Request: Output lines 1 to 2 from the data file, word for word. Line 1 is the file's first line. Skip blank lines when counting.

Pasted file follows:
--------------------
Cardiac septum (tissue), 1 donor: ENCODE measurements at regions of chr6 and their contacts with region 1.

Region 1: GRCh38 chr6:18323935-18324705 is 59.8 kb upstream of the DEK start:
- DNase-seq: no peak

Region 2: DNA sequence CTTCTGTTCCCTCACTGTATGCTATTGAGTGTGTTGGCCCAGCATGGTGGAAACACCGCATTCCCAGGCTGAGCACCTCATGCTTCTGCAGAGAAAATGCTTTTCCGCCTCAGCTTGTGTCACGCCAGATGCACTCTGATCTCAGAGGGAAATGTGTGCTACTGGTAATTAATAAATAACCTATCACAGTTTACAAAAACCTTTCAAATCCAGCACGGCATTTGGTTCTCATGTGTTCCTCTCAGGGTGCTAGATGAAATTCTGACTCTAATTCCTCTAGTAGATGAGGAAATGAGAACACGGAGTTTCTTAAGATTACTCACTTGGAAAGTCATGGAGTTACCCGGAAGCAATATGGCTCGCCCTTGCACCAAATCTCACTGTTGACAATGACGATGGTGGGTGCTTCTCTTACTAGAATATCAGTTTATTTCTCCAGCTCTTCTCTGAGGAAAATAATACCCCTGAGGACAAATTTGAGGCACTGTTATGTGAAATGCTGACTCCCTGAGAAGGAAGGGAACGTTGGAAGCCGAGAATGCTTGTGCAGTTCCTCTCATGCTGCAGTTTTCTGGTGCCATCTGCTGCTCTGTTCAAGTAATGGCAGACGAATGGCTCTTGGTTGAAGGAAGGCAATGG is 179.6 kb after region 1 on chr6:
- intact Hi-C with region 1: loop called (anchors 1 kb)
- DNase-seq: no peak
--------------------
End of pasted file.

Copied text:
Cardiac septum (tissue), 1 donor: ENCODE measurements at regions of chr6 and their contacts with region 1.

Region 1: GRCh38 chr6:18323935-18324705 is 59.8 kb upstream of the DEK start: